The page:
2. yea i tend to be *selective* on which ones i submit! i LOVE the diversity here….and definitely LOVE all the rules in place….it is so helpful when getting to know what to put where. I’ve learned so much from the awesome peeps at OBB!!!! annnnd the emmmmmmmmmmmmmmmmpiiiiiiiiiiiiiiireeeeeeeeeeeeeeeeeeeeeeeee.

  3. Note on the watermark issue:
    I completely agree they are kind of an eyesore and distract from the awesome pictures. I also completely understand why photogs use them (art theft sucks).

    Even though in this post, it says not to use them and that you would be credited underneath the feature, I’d advise putting your name on the actual photos, somewhere. If you put your name in a small font in the corner, I think that could be a nice compromise. Possible use a color that coordinates with the photo, so that it blends in when you aren’t looking for it.

    I strongly urge this for every artist. Most people are good and aren’t going to purposely steal your work, but they may save it on their computers (inspiration photos), and then later upload it to Pinterest (with no awesome empire credits to you). Then it could get shared and pinned, with no trace back to you. Someone may love it and want to hire you, because “omgitssoamazingandbeautiful”, but have no idea who took the photo. It’s the curse of viral sharing.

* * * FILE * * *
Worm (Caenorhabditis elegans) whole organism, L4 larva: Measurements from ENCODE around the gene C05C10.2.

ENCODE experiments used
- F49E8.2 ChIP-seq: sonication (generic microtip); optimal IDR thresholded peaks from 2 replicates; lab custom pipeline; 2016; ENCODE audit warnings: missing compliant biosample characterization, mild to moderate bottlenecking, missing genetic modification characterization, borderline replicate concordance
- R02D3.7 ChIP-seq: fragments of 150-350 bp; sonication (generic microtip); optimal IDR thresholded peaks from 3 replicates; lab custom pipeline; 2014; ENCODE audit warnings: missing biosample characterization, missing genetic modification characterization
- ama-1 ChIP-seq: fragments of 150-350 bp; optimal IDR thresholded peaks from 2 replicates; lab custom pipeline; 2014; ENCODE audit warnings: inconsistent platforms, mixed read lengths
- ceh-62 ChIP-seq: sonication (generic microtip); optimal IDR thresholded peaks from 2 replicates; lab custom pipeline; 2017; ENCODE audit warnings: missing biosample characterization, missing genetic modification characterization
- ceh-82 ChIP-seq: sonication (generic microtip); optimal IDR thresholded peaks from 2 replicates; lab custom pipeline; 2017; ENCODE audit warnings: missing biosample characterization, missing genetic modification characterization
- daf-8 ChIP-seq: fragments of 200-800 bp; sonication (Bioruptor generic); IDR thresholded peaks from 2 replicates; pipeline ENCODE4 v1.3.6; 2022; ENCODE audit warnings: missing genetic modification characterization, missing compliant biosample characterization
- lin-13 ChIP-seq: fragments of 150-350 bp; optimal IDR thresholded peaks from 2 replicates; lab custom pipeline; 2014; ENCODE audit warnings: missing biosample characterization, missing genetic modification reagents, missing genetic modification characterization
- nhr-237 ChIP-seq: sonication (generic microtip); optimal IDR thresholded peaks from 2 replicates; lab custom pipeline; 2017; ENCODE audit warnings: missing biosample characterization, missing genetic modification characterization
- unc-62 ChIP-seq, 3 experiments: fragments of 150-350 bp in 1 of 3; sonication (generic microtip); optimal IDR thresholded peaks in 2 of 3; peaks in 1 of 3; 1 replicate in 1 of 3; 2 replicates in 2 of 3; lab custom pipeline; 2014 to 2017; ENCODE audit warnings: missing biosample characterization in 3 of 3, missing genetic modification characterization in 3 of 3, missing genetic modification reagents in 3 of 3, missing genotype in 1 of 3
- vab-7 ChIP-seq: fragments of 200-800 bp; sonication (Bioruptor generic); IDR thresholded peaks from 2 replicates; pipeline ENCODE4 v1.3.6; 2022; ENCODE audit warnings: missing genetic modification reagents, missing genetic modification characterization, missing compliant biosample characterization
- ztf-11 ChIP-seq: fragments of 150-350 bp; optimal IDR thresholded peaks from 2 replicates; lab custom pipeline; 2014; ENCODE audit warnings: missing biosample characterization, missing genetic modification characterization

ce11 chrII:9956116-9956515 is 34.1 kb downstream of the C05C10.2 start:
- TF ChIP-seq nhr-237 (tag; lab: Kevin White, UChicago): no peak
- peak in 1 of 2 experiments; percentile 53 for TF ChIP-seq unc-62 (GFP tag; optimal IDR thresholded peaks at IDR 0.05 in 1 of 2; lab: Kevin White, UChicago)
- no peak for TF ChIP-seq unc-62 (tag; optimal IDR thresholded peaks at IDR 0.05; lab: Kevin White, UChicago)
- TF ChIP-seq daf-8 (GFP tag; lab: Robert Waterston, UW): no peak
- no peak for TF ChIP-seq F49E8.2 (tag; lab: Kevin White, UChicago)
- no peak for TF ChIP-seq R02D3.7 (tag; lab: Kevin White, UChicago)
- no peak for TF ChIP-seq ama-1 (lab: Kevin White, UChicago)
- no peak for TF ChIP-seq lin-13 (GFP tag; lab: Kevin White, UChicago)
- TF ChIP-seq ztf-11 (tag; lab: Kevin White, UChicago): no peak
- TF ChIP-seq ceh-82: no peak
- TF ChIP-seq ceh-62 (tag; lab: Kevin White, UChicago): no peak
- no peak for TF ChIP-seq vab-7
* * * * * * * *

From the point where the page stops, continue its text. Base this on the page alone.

I learned this lesson the hard way. I have found my artwork unattributed to me quite a few times. I’ve noticed that tumblr and Pinterest tend to be the main culprits.

    Sorry for the ramblings.

    • Much better than I could have phrased it! 🙂 thisthisthis. So many websites that are heavily photo based and rely a LOT on pinterest have a lot of issues that are solved with watermarking.

    • It’s really a shame this is still an issue, because the technology to solve it has been around for decades now. It’s so easy to embed meta data along with images, but curiously enough no real standard has evolved with regards to internet sharing.

      As good as Pinterest and Tumblr can be for finding inspiration, few things are more frustrating than clicking an image and coming to a dead end with no more information about the color / item / recipe / whatever it is you so desperately needed in your life.